Ava – my story

In March 2021, I began to compile testimonies from young students about sexual harassment and violence they had faced from students at a local independent boy’s school. The response was immense; girls as young as 12 were getting in contact with me to detail their own experiences of rape culture and the incredibly harmful treatment they had suffered from in school. I put these testimonies in an open letter to the headmaster of the school asking him to address this culture of misogyny and to put practical steps in place to make survivors feel supported.

The letter has now reached more than 50,000 people on Instagram alone, and been featured on BBC News, Sky News, ITV News and in many other publications.

Misogyny and sexual violence are learnt behaviours, and a crucial aspect of this is the online representation of women in pornography. There has never been a time in which pornography has been so widely available and yet so poorly understood. Experts estimate that the average age of first encounters with pornography is around 12. This is before almost all students have had a single conversation about sexual consent at school, and for most, it will be about four years before they address the topic in a classroom. Young students who encounter porn for the first time, often accidentally, are not aware of the industry of sex trafficking that surrounds it, nor the normalisation of severe sexual violence against women within it.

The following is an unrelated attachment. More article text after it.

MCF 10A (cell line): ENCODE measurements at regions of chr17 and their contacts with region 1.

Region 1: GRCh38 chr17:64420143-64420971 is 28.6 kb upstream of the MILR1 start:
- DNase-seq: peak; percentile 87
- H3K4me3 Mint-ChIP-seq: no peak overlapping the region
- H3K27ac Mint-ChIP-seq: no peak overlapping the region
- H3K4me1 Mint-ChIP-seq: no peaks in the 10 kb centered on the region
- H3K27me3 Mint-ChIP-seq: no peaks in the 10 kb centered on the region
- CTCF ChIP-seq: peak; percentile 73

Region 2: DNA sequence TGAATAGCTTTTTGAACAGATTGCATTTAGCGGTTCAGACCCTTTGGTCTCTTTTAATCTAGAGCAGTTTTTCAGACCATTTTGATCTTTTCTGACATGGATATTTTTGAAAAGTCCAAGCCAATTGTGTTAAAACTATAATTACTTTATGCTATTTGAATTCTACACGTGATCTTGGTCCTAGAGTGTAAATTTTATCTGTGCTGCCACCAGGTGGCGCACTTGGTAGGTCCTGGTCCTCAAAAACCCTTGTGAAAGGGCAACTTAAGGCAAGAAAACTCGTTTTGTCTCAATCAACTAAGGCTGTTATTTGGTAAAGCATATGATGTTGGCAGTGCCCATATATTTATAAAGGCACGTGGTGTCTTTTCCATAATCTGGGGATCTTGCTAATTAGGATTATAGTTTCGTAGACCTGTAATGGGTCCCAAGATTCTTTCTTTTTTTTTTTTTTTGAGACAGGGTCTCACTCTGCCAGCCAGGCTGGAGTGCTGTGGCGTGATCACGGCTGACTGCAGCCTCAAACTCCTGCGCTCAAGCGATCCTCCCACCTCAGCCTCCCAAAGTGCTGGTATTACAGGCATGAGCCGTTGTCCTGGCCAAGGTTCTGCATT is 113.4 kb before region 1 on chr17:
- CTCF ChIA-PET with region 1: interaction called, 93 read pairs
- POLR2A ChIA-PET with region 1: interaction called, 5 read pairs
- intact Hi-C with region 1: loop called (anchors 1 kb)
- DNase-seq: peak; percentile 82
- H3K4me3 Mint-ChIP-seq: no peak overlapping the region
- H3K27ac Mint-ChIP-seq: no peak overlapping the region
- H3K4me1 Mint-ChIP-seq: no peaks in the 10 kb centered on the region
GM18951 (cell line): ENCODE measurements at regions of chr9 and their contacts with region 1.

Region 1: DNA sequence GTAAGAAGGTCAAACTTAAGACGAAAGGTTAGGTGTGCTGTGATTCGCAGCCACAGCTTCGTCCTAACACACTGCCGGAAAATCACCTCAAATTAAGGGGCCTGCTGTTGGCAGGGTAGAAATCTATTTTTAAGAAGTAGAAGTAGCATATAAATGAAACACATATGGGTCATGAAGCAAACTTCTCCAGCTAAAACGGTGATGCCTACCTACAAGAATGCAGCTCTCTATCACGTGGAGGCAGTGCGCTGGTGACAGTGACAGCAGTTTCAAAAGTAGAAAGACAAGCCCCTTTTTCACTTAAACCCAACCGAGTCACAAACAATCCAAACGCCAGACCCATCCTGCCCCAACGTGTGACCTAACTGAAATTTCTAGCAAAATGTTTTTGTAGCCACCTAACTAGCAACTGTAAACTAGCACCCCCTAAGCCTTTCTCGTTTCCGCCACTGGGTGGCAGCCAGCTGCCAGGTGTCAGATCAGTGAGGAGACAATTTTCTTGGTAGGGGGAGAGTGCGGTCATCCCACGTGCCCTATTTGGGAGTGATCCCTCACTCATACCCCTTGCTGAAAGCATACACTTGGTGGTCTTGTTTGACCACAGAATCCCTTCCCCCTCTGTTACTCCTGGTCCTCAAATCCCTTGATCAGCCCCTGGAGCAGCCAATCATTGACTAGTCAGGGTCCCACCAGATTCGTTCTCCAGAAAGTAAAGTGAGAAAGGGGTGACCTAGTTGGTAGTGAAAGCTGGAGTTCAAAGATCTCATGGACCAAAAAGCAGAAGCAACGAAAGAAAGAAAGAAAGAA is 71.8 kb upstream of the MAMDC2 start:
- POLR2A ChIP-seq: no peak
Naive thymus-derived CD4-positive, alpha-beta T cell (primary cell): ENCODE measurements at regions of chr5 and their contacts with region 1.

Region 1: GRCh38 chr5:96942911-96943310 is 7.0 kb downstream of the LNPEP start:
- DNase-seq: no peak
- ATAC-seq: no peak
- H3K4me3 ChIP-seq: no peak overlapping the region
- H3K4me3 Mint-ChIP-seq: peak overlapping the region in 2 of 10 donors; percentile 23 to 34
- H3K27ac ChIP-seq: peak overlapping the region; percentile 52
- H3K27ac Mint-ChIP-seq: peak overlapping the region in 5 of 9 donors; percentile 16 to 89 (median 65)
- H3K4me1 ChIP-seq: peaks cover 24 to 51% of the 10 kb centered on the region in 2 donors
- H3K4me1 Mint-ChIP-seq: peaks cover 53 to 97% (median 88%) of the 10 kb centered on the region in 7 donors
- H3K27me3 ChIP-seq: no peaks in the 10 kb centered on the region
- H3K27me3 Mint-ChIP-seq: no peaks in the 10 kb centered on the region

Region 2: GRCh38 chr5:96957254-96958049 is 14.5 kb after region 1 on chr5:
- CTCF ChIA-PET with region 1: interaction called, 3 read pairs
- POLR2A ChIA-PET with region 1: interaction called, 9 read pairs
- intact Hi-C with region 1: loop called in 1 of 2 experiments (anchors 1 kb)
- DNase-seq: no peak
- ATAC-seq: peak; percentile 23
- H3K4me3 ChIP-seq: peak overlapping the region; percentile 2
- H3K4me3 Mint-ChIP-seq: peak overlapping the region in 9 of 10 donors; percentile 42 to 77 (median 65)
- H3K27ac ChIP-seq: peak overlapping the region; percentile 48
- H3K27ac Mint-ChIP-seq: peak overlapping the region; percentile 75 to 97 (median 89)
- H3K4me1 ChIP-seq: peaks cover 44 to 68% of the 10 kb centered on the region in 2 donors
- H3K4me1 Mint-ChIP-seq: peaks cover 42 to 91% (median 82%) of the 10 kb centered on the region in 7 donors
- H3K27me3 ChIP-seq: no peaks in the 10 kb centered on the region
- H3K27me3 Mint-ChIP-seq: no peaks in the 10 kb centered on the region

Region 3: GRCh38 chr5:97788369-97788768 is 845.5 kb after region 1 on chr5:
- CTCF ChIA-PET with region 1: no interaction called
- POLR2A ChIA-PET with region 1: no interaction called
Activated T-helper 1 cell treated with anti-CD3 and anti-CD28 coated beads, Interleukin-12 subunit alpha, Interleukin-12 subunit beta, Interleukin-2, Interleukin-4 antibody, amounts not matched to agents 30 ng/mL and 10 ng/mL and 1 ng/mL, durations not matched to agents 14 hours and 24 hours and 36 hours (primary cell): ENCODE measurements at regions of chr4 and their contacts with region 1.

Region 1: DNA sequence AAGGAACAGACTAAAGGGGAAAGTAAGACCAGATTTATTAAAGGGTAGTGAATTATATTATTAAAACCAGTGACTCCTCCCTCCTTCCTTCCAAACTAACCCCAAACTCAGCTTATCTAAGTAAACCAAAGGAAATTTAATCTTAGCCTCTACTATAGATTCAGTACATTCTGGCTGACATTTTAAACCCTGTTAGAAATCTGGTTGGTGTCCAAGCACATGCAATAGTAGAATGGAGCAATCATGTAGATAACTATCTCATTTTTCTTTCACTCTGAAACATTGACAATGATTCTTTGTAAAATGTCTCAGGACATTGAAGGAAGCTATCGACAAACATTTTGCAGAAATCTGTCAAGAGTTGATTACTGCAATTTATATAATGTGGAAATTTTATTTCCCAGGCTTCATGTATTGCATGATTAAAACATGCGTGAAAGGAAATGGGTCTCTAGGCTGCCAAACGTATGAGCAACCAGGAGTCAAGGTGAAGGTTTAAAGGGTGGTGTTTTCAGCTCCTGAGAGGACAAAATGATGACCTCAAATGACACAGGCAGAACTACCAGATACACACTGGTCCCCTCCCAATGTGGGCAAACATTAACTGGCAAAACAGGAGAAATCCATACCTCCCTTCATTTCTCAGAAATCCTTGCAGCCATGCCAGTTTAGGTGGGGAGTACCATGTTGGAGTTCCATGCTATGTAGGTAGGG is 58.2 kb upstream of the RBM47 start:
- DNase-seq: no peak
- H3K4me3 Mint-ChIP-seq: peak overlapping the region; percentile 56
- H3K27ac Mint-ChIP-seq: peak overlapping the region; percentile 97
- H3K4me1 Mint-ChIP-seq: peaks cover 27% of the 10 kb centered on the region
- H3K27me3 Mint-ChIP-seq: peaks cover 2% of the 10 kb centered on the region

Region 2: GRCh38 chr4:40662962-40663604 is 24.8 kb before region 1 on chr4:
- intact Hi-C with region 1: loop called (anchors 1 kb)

Why this matters 

The lack of regulation on these sites means that porn has replaced sex-education and real-life experiences to become many young people’s first encounter with sex. Children aged only 12 are not equipped to dissect the false presentation of both male and female bodies in pornography, nor are they experienced enough to differentiate between sex for the screen and authentic encounters.

The sad truth is that this line is becoming increasingly blurred, and young people – and in particular, young women – are being forced to behave in a way which pornography has taught a generation of men to believe is natural and normal.

Sexual violence is neither normal nor acceptable, and the current state of unregulated and unfettered access to porn sites from such a young age is normalising sexual violence to such an extent that a generation are growing up with a warped and dangerous understanding of sex and consent. We would question why anyone would think it appropriate that a 12-year-old child would not be able to watch a filmed rated 18+ in the cinema, and yet can access unrealistic and often violent pornography online with a few taps of their fingers – even where every precaution is taken by schools and parents as the situation with Ioannis’s son illustrates.

Age verification is standard practice when buying alcohol or cigarettes and yet is absent in the toxic and harmful online world of pornography.

We have little doubt that the presentation of women and sex in pornography is fuelling sexually coercive and violent behaviour in school boys. Most concerningly, porn is becoming the way we understand sex, not merely a skewed representation of it. This is not simply a case of correcting the lack of regulation on these sites, but also about protecting young people from the severe harms that sex through the lens of pornography from childhood can lead to.